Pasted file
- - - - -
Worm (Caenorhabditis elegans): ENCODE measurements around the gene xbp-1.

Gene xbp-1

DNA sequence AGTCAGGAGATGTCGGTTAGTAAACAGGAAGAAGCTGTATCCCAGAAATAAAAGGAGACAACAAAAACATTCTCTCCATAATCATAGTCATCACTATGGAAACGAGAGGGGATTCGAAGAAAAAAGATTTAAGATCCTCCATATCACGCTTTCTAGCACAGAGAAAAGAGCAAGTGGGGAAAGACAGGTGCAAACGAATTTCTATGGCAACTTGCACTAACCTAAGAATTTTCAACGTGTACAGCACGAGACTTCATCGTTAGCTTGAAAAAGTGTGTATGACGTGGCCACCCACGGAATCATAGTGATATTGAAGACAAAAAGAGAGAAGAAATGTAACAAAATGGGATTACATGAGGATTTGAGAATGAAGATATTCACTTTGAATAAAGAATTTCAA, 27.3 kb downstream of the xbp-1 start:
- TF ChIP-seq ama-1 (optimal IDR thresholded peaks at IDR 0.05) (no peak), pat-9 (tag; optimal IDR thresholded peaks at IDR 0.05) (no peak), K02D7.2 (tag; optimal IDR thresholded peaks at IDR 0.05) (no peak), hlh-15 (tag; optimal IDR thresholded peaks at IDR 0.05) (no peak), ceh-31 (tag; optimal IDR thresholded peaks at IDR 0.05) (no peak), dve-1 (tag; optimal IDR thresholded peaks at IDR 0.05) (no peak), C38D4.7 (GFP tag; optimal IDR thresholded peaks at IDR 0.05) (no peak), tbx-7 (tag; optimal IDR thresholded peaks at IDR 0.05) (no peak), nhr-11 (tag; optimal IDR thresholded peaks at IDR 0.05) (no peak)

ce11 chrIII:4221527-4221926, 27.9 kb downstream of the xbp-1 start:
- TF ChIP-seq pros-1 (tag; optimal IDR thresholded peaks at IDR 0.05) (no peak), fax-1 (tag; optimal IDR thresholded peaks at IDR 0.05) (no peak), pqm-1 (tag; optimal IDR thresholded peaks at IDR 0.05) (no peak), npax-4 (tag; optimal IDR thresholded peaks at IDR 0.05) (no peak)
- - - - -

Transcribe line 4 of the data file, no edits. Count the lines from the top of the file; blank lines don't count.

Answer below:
- TF ChIP-seq ama-1 (optimal IDR thresholded peaks at IDR 0.05) (no peak), pat-9 (tag; optimal IDR thresholded peaks at IDR 0.05) (no peak), K02D7.2 (tag; optimal IDR thresholded peaks at IDR 0.05) (no peak), hlh-15 (tag; optimal IDR thresholded peaks at IDR 0.05) (no peak), ceh-31 (tag; optimal IDR thresholded peaks at IDR 0.05) (no peak), dve-1 (tag; optimal IDR thresholded peaks at IDR 0.05) (no peak), C38D4.7 (GFP tag; optimal IDR thresholded peaks at IDR 0.05) (no peak), tbx-7 (tag; optimal IDR thresholded peaks at IDR 0.05) (no peak), nhr-11 (tag; optimal IDR thresholded peaks at IDR 0.05) (no peak)